How do MAO inhibitor antidepressants work?
Monoamine oxidase (MAO) inhibitor antidepressants are medications prescribed to treat depression. MAO inhibitors improve mood by increasing the concentration of chemical substances (neurotransmitters) released by nerve cells (neurons) in the brain, which include dopamine, serotonin, epinephrine, and norepinephrine.
Neurotransmitters are chemical messengers that regulate physiological functions such as breathing, heart rate, and digestion, and are also responsible for learning, memory, sleep, emotions, and behavior. Neurotransmitters are normally broken down and reabsorbed by the neurons after the transmission of neural signals.
Monoamine oxidase is an enzyme that is responsible for the breakdown of neurotransmitters. MAO inhibitors block the activity of monoamine oxidase, which results in an increase in neurotransmitter levels in the brain.
What are side effects of MAO inhibitor antidepressants?
Side effects of MAO inhibitor antidepressants may include the following:
- Orthostatic hypotension (blood pressure drop when standing up from sitting or lying down)
- Somnolence (drowsiness)
- Hyperreflexia (overreactive reflexes)
- Sleep disturbance
- Asthenia (weakness)
- Dry mouth
- Weight gain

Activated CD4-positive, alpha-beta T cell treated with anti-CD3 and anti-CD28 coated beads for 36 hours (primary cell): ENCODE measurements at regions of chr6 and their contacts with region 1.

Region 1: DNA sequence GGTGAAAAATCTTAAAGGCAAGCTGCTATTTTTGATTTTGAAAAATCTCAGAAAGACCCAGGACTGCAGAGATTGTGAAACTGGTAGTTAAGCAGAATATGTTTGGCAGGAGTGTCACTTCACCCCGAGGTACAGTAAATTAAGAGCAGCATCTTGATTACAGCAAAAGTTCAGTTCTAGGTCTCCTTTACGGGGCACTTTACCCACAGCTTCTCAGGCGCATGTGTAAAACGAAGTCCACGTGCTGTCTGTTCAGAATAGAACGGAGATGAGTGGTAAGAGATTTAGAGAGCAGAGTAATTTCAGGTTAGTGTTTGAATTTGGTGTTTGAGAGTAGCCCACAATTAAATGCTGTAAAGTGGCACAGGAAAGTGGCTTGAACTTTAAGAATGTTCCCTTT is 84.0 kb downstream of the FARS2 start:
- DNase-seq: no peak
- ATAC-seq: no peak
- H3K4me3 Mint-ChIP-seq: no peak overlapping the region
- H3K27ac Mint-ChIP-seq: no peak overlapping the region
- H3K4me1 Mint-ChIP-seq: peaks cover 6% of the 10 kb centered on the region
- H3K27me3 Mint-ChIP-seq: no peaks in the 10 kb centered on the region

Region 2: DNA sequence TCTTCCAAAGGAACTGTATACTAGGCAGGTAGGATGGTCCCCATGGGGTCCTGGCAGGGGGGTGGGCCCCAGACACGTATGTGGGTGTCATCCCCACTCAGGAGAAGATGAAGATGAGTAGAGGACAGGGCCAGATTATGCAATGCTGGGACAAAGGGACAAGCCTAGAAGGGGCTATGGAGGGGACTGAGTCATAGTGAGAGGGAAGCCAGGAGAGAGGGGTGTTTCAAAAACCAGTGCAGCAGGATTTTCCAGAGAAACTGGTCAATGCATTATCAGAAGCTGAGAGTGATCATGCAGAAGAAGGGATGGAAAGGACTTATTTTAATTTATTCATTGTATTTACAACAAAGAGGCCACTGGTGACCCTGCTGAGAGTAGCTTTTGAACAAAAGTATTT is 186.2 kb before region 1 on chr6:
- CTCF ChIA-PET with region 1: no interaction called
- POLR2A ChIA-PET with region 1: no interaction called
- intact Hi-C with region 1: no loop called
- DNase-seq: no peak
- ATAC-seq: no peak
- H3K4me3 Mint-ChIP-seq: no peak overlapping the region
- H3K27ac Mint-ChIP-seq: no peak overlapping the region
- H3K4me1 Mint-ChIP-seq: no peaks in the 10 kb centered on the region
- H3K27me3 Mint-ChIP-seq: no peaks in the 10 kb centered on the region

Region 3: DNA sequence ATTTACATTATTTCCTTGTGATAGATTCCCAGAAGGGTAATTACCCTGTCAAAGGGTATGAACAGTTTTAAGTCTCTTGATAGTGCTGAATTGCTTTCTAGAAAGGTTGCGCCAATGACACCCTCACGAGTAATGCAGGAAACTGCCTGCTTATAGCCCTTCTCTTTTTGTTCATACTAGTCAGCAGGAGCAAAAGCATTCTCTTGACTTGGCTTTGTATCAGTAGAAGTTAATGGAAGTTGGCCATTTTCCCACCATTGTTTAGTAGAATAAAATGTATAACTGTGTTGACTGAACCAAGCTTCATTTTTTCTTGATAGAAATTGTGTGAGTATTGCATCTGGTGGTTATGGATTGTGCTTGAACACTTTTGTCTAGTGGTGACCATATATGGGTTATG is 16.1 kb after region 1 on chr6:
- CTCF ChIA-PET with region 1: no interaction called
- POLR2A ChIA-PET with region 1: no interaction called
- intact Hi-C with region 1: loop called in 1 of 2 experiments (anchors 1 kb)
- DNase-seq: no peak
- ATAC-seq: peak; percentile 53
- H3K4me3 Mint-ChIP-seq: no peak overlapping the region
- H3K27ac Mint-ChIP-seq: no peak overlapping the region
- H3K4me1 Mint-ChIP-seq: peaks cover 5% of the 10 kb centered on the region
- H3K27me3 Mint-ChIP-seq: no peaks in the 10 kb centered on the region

- Decreased memory
- Paresthesia (prickling sensation)
- Anorexia (loss of appetite)
- Nystagmus (involuntary eye movement)
- Urinary frequency or retention
- Elevated liver enzymes
- Hypermetabolic syndrome, a condition with an increased metabolic rate that causes symptoms such as:
- Syndrome of inappropriate antidiuretic hormone secretion (SIADH, a disorder which causes water retention)
- Arthralgia (joint pain)
Rare side effects:
- Risk of hypertensive crisis (usually due to drug interaction)
- Ataxia (impaired coordination)
- Visual disturbance
- Worsening depression
- Edema of the glottis (vocal cords)
- Leukopenia (low blood count of leukocytes, a type of immune cells)
- Hepatic necrosis (injury to the liver)
- Drug-induced lupus erythematosus (an autoimmune inflammatory disease)
Information contained herein is not intended to cover all possible side effects, precautions, warnings, drug interactions, allergic reactions, or adverse effects. Check with your doctor or pharmacist to make sure these drugs do not cause any harm when you take them along with other medicines. Never stop taking your medication and never change your dose or frequency without consulting your doctor.